Via Michelle Healy of USA Today comes some troubling news when it comes to technology and kids:
If your teen texts while driving, chances are he or she also practices other dangerous motor vehicle habits — including failing to buckle up and driving after they have been drinking, a new federal analysis finds.
In 2011, 45% of all students 16 and older reported that they had texted or e-mailed while driving during the past 30 days, says the study by researchers at the Centers for Disease Control and Prevention and reported in June’s Pediatrics, released online today.
Later in the piece, Healy quotes CDC Director Thomas Frieden:
“Multitasking may be fine if you’re sitting at your desk, but not when you’re driving a car,” Frieden adds. “Things can go so badly so quickly. That’s what I think teens don’t recognize.
At Read Write Web, Brian S. Hall writes about how “mobile is taking over the world,” as he puts it:
Figures published earlier this year from the UN’s International Telecommunication Union (ITU), for example, reveal the amazing spread of mobile connectivity. According to the ITU’s “facts and figures” publication, mobile penetration rates are now about equal to the global population - including an 89% penetration rate in “developing countries,” which currently have the highest mobile growth rates.
In other words, nearly everyone on the planet has a mobile phone — or will have one soon enough.
The Board of Governors of the Federal Reserve has released a new study that shows people are increasingly using their mobile devices to handle banking. From a press release:
As of November 2012, 28 percent of all mobile phone users and 48 percent of smartphone users had used mobile banking in the past 12 months. This is a significant increase from 21 percent in December 2011 for mobile phone users and 42 percent for smartphone users. While relatively less common, the use of mobile phones to make payments at the point-of-sale increased threefold over the same period, with 6 percent of smartphone owners having used their phone to make a purchase.
Speaking of mobile traffic, Scott Moritz of Bloomberg reports once wireless provider saw a big — and I mean big — jump in traffic during last Sunday’s Super Bowl:
From 8 p.m. to 9 p.m. New York time, a span covering the halftime show and the power disruption during the Feb. 3 game, customers used 78 gigabytes of data inside the New Orleans Superdome, AT&T said yesterday. That was almost double the peak volume of last year’s Super Bowl and the most ever for an in- stadium championship game.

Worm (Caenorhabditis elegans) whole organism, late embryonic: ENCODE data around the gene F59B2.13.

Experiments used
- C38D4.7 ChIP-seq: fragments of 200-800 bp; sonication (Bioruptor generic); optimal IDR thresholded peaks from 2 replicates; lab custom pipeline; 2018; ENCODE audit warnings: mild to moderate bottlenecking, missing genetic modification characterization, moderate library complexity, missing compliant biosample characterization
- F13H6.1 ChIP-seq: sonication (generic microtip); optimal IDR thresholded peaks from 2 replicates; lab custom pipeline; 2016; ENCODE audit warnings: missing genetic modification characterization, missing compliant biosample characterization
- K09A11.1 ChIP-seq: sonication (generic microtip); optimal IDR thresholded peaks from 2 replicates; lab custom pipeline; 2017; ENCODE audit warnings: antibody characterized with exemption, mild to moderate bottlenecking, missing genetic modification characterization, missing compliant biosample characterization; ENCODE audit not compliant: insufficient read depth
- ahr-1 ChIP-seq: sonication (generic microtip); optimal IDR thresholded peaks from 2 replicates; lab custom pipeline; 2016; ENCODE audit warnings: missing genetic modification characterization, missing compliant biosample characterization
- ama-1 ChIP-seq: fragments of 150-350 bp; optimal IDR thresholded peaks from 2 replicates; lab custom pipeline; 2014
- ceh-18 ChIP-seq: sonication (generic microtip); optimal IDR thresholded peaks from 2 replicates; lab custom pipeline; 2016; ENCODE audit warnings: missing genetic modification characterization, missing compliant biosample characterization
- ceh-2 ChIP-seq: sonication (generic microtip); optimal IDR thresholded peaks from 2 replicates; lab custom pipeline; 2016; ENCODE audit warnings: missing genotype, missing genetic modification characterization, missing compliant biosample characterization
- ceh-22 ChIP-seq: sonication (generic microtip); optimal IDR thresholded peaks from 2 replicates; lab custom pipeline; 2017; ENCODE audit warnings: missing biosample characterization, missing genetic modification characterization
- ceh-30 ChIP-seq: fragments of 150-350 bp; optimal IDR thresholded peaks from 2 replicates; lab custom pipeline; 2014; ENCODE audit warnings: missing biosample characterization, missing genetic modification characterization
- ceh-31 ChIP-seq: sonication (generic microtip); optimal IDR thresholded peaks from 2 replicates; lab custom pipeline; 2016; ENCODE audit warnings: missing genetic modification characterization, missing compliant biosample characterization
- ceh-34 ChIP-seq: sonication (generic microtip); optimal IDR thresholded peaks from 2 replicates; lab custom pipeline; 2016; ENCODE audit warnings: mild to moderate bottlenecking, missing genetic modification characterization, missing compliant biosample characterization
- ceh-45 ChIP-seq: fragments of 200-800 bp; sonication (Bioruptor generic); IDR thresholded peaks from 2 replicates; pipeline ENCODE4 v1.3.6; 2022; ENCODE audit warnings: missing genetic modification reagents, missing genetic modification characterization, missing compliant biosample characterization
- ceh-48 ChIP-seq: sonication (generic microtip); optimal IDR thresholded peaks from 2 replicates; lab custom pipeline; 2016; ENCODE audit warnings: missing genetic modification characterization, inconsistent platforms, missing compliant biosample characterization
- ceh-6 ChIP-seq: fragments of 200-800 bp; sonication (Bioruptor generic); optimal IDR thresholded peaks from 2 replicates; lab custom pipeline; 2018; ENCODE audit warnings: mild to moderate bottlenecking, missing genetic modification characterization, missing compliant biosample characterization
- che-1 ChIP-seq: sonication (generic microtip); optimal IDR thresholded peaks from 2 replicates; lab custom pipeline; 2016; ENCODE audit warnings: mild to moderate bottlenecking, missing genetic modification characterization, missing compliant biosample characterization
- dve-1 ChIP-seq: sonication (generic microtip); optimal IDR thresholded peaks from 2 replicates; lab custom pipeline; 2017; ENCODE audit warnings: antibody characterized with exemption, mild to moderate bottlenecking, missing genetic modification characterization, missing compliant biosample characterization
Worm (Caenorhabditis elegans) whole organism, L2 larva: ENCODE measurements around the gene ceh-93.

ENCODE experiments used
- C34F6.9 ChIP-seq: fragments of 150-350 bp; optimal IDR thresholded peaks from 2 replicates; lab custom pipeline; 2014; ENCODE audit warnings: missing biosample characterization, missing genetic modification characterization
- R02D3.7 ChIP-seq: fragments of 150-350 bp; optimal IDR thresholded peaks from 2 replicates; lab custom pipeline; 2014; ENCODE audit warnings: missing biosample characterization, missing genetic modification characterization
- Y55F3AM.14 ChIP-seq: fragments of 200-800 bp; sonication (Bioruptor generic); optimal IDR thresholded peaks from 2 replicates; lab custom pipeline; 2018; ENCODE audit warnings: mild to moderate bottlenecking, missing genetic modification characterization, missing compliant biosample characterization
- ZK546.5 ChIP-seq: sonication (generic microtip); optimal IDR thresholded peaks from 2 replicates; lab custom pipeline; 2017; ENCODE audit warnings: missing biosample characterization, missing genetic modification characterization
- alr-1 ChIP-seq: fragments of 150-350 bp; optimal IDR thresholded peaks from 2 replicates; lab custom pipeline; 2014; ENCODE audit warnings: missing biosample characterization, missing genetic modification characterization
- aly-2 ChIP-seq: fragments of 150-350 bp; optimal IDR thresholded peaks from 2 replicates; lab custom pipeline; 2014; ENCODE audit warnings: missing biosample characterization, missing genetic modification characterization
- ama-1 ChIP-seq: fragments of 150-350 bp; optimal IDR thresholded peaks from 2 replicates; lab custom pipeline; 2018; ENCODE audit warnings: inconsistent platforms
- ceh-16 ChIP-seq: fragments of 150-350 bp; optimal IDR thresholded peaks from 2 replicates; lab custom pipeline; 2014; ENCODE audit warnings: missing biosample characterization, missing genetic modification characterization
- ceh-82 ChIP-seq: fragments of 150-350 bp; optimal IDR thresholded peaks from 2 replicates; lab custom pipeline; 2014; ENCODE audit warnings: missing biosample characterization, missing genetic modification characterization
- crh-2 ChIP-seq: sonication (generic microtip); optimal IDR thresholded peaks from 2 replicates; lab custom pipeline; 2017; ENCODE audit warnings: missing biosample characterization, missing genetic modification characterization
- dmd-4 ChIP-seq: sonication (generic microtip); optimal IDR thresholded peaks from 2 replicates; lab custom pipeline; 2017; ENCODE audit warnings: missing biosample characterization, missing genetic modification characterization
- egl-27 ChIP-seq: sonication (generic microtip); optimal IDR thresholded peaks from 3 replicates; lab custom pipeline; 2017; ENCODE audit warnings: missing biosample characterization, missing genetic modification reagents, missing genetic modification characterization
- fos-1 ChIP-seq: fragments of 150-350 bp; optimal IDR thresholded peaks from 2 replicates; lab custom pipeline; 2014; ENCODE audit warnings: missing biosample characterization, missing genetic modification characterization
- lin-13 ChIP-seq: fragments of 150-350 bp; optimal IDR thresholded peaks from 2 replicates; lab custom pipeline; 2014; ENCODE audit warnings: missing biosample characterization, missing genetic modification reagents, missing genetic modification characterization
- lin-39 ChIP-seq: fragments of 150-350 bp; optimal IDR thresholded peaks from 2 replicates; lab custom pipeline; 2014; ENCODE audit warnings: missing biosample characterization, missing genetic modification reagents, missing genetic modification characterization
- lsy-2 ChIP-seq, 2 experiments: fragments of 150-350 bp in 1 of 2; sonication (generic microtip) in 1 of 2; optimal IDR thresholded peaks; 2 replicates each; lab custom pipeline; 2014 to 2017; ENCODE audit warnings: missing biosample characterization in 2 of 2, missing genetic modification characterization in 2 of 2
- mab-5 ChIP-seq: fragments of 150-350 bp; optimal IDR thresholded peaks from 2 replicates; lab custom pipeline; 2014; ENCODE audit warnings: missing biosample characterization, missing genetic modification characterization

All told, AT&T says mobile traffic was up 80% over last year’s game. That’s a lot of tweets, texts, and whatnot.
Apple’s iPhone may have a lot of competition these days, but new numbers show the company is still dominating the market. As Brett Molina of USA Todayreports:
Apple outdueled Samsung on mobile phone shipments in the U.S. during the fourth quarter, according to research from firm Strategic Analytics. It’s the first time the company has ever claimed the top spot in mobile shipments.
Overall, 52 million mobile phones were shipped, a 4% jump from last year. Apple snagged a 34% market share, shipping 17.7 million phones. The maker of the iPhone held a 25% during the same time last year.
Via Patricia Reaney of Reuters, a new report sheds like on how mobile devices such as smartphones and tablets are affecting education:
Smartphones were used at home for schoolwork by 39 percent of 11 to 14 year olds, 31 percent of those surveyed said they did assignments on a tablet while nearly 65 percent used laptops, the poll by research firm TRU, which specializes in data on tweens, teens and twenty-somethings, showed.
For more on technology and education, check out our “Back to School with Broadband” webinar from August.
At The Hill, Jennifer Martinez reports on a hearing today in the House focused on keeping the growing mobile app market booming:
At the Wednesday hearing, subcommittee chairwoman Rep. Mary Bono Mack (R-Calif.) noted that the booming mobile app marketplace has helped spur the launch of several new small businesses. She said that roughly one-third of apps are developed by entrepreneurs or businesses with fewer than five employees.
“Through American innovation and ingenuity, we’re rapidly becoming a world where there’s literally an app for everything,” she said.
During the hearing, industry reps highlighted some challenges the industry already faces. Among them: trouble finding employees due to a lack of a relatively small pool of trained workers, and an issue we’ve often talked about:
Another challenge facing app companies is the looming spectrum crunch and lack of broadband Internet in rural regions of the U.S., the industry representatives said.